Weekly Robot Update 002
The two rovers touched down on Martian soil in January of 2004. After a seven month trip through the cosmos followed by a parachute and airbag landing that would whiten the hair of even the most X-Treme sportsman. They arrived on opposite sides of the red planet with a projected life expectancy of 90 days. Here we are two years after the expiration of their warranty, and the little guys are still going strong. The rovers have gone above and beyond all expectations, reaching areas of Mars that their designers never thought possible.
The two rovers are identical in everything but name, but apart from each other they are completely unique machines. Each rover stands five feet tall at the eye line. They weigh in at a whopping 408 pounds. Propelled by six independently motorized wheels, four of which can be used for steering. A rover can spin in place without moving forward or backward. More a rolling laboratory than a speed demon, the rovers average about 1 centimeter a second travel speed. In addition, it stops every ten seconds for a good long look around. That being said, each rover has put over four miles of martian surface behind it. A 20Mhz processor handles all the mental heavy lifting needed to run the rovers, with 128 megs of ram and 256 megs of flash memory. (Specs that are now out done by many cellphones.) A radio isotope keeps the rovers warm during the frigid martian nights. Each rover is powered entirely by the sun, their backs are covered in wing like solar arrays which charge a pair of lithium ion batteries.
Martian beauty really is in the eye of the beholder, so Spirit and Opportunity have nine eyes a piece; Six to make sure they get where they are going without smashing into rocks, or falling into craters, two to capture those breathtaking martian panoramas that made the rovers so famous, and one that is a microscope for getting to the bottom of martian mysteries. The rovers aren't just a pretty set of peepers. They come fully stocked with a rock abrasion tool (fancy NASA phrase for drill/grinder), dust collecting magnets, and enough Spectrometers to satisfy even Mr. Spock. The rovers each reach out to mars with single three jointed arms that can hold many of their instruments.
Spirit and Opportunity are more than just collections of parts and pages of schematics. These intrepid robots really resonate with the explorer in all of us. Their mission has been a roller coaster of set backs and discoveries. In the week following Spirits touchdown on the red planet, NASA's website received a record breaking 1.7 Billion hits! Every picture of every rock excited scientists and the arm chair explorers at home. We held our collective breaths when Spirit first failed to communicate with earth. (A problem later fixed by a software patch.) Shortly after, in March, NASA report that the rovers findings suggested that mars once had regions covered in flowing water, something that has changed the way we now look at the universe. At one point Opportunity had become mired in martian sand, and teams on earth had to work tirelessly to even get it moving again. Later, a strange phenomenon of martian dust devils cleaned Opportunity's solar panels doubling it's power output.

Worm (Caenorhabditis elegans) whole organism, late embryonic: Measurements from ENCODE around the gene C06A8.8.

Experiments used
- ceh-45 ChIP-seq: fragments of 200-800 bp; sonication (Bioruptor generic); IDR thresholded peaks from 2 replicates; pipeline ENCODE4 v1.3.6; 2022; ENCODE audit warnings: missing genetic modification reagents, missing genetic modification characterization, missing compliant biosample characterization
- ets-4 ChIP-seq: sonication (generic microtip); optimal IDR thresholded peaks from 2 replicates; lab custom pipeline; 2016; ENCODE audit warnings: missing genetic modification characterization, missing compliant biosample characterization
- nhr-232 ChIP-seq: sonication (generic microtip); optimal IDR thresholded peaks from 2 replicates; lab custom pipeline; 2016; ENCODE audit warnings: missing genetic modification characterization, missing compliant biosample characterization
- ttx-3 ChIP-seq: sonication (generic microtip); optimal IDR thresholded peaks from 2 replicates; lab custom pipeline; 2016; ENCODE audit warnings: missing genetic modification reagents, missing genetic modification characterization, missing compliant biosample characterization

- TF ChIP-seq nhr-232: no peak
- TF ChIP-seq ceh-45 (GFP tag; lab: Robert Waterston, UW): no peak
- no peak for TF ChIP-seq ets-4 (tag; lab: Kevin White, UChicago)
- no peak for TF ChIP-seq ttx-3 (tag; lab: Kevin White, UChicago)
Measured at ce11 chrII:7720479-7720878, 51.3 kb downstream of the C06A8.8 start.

Just recently Spirit has been seeking a refuge from the coming martian winter, if it reaches a place where it can get good exposure to the sun, it will not have to hibernate through winter. But now one of it's front wheels has ceased to function entirely. Spirit continues to roll toward safety, dragging it's broken wheel through the sand. The machines push on, 800 days it what should have been a three month mission. They are a testament to the men and women who built them. A constant reminder of the kind of things NASA is doing right. More than that, Spirit and Opportunity have returned Mars to us. The discovery of the evidence of water, the constant stream of gigabyte after gigabyte of new information, has restored the thoughts of our nearest cosmic neighbor to the forefronts of our minds. Already a slew of new mars missions are planned and underway. The government has now declared a plan to deliver human beings to the red planet in the near future. That is the real reason these robots are so important.
Inevitably, men will go to mars. Whatever government or philosophy they represent, they will be following in the wheel tracks of their robot predecessors. Some day when brick red habitat domes pepper the martian landscape, may we remember the explorers that were there before us, and name the first two martian colonies Spirit and Opportunity.
I used to live in an Orphanage.
It was dark and cold and lonely.
At night, I looked up at the sparkly sky and felt better.
I dreamed I could fly there.
In America, I can make all my dreams come true.....
Thank-you for the "Spirit" and the "Opportunity"
— Sofi Collis, age 9